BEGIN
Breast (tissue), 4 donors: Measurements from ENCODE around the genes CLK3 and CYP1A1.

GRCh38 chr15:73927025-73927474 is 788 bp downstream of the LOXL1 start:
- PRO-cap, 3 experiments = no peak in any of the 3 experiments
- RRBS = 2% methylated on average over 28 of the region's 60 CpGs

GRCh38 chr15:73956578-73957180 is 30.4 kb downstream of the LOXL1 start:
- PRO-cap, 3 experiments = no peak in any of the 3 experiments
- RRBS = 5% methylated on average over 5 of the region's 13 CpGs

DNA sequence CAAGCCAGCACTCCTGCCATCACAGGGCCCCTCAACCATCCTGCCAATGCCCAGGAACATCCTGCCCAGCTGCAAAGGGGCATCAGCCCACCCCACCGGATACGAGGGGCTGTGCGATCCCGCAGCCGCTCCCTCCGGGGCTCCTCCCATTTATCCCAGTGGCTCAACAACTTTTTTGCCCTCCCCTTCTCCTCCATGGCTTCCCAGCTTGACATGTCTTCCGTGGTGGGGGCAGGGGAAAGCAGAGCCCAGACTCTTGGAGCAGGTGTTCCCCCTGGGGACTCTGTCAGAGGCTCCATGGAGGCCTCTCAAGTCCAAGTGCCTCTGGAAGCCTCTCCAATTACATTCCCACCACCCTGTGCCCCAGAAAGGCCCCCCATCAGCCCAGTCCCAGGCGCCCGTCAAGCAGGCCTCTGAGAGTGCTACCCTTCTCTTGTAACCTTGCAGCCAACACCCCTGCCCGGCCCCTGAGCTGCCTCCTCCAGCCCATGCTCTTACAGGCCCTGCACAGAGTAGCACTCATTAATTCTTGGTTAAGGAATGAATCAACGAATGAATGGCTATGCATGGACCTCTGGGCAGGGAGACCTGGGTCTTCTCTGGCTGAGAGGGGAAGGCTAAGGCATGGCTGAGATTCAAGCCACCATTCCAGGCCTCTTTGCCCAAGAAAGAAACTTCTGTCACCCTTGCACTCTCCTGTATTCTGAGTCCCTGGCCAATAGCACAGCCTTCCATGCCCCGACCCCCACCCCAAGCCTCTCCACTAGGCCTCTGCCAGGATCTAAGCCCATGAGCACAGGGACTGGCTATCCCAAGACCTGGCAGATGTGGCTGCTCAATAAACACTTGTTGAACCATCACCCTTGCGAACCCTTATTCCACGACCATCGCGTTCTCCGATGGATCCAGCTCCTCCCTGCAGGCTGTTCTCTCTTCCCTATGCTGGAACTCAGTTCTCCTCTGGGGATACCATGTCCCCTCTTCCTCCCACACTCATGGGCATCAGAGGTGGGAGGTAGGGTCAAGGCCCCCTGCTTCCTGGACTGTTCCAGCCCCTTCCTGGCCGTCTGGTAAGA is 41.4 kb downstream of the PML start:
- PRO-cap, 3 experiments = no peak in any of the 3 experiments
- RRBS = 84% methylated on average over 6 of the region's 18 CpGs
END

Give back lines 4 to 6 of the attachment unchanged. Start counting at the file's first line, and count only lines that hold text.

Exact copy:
- RRBS = 2% methylated on average over 28 of the region's 60 CpGs

GRCh38 chr15:73956578-73957180 is 30.4 kb downstream of the LOXL1 start:
- PRO-cap, 3 experiments = no peak in any of the 3 experiments